- In the present case, the Commission considers that, if a violation is found, an AMP in the amount of $15,000Footnote 9 would properly reflect the purpose of the penalty and the factors set out in the Act. This is based on an analysis of these factors taking into account the information already on the record of the proceeding as set out in this notice. VOIS now has the opportunity to demonstrate why this analysis may not be appropriate in the circumstances, and to file any evidence that supports its position.
Nature and scope of the apparent violation
- It appears that VOIS has been expelled from the CCTS due to its repeated and long-standing failure to participate in the complaint resolution process and provide required remedies to complainants. As noted above, the requirement to be a participant in the CCTS reflects the importance of the CCTS and its value to consumers. Accordingly, the Commission considers that the nature of the apparent violation is serious.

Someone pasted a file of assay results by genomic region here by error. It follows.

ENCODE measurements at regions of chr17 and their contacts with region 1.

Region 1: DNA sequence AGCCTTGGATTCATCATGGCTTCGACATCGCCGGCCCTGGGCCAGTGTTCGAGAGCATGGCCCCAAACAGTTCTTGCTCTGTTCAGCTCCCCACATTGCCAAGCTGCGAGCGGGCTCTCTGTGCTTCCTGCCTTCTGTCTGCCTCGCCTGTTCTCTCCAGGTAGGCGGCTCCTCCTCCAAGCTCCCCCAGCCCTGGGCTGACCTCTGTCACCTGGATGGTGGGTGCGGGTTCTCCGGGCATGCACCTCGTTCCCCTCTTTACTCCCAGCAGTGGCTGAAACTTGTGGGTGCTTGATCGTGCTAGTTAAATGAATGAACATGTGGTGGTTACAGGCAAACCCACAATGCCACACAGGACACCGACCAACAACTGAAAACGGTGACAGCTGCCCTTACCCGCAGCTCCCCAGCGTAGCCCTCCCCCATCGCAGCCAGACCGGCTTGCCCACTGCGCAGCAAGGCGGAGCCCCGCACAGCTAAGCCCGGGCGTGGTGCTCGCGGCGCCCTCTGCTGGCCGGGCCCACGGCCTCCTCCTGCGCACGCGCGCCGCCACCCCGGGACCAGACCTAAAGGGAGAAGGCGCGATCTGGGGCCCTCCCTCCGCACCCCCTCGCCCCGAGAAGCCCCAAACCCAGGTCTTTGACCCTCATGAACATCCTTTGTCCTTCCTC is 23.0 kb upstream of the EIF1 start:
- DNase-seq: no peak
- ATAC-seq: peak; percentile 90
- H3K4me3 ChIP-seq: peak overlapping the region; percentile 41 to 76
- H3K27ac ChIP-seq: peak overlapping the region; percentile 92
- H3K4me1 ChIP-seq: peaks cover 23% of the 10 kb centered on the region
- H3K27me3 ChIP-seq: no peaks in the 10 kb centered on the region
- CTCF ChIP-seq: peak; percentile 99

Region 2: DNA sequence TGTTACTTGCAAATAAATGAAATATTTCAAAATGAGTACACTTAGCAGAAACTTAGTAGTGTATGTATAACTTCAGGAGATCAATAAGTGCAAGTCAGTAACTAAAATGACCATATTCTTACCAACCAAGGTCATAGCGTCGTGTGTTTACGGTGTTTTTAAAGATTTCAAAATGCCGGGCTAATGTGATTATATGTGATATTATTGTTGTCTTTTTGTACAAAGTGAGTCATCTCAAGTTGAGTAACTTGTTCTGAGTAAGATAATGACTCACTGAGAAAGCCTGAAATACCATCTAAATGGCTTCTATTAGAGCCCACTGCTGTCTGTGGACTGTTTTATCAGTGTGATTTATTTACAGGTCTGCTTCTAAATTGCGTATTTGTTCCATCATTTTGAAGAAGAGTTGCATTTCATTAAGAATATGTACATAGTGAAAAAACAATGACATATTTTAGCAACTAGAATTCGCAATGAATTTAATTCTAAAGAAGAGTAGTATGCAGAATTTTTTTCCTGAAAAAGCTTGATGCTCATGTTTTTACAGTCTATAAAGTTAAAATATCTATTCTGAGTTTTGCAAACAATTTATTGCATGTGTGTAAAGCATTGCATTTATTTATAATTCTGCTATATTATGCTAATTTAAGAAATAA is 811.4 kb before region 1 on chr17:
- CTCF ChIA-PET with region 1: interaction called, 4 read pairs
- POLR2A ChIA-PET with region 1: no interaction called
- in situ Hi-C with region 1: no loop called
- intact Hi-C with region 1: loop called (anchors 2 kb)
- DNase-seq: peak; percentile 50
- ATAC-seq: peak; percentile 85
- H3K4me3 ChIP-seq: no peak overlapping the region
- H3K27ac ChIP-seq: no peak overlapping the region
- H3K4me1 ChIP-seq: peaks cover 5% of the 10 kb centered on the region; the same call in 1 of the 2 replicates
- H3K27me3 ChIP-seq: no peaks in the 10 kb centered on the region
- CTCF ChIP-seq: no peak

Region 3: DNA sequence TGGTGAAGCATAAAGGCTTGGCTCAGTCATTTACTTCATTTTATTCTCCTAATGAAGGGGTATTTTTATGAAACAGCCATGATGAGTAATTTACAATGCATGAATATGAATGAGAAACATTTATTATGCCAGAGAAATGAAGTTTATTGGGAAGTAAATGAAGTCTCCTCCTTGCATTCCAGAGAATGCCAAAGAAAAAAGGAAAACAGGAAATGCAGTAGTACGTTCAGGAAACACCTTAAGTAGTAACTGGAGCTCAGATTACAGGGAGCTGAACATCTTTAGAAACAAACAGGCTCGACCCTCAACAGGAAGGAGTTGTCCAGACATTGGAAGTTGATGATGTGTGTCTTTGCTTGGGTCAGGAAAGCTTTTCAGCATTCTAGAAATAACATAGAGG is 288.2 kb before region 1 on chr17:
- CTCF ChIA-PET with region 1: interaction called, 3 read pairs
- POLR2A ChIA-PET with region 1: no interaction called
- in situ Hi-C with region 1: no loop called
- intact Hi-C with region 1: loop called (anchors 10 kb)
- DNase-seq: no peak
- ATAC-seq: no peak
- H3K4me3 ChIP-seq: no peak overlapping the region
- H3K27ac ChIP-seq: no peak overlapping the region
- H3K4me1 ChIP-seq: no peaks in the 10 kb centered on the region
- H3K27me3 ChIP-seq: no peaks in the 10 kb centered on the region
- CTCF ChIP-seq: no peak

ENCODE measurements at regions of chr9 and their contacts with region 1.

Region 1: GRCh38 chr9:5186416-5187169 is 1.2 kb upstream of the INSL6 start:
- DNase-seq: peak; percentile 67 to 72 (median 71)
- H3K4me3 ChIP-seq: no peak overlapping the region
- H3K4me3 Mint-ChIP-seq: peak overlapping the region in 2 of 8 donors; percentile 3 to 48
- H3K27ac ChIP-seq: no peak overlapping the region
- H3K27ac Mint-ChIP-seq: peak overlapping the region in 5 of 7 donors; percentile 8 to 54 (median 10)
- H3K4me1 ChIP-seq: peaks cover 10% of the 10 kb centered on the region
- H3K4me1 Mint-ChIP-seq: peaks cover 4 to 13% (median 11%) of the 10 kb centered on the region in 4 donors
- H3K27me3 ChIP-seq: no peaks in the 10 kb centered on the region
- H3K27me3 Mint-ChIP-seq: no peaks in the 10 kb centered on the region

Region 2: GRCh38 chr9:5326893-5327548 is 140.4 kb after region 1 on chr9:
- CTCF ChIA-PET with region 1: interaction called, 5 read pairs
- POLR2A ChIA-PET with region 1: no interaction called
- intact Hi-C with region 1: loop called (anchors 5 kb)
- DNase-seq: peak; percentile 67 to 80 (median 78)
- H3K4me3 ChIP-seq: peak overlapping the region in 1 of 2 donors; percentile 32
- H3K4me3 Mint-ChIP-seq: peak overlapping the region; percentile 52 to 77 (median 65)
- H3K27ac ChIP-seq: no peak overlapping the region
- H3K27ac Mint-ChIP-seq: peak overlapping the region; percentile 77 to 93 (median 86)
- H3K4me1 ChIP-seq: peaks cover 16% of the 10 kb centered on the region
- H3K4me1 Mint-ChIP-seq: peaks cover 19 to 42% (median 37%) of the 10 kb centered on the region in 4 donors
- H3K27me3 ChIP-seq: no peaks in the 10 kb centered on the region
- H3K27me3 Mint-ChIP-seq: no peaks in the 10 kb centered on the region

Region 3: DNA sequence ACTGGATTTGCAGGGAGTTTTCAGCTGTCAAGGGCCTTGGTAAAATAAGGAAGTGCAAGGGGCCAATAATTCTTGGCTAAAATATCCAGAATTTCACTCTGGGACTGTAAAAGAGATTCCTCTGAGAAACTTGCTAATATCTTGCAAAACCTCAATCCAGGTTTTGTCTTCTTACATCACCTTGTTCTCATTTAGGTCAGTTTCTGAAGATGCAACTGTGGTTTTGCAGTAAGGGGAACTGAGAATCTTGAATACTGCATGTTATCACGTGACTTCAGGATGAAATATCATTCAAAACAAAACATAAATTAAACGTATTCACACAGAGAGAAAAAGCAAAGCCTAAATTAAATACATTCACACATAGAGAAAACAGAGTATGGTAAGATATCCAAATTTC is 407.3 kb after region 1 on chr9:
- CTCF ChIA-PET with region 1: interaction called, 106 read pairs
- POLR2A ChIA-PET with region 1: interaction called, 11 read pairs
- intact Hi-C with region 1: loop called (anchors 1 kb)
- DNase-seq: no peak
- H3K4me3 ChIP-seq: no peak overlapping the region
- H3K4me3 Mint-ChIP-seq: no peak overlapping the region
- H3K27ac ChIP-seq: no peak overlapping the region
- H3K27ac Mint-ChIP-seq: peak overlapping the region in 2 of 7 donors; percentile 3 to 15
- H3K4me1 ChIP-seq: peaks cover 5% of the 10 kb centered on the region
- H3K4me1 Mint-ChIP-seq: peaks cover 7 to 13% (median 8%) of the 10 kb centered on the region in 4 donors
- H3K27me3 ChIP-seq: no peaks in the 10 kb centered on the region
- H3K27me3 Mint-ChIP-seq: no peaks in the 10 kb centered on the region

- In terms of the scope of the apparent violation, the number of subscribers who would no longer have access to the CCTS as a result of the termination of VOIS' participation may be a relevant consideration. Accordingly, the Commission is requiring VOIS, and its Director Mr. Harpreet Randhawa, to submit information in this regard, as set out in Appendix 2 of this notice.
History of compliance
- There is no evidence that VOIS has committed any previous violations of the Act, regulations, or Commission decisions.
Benefit obtained from the violation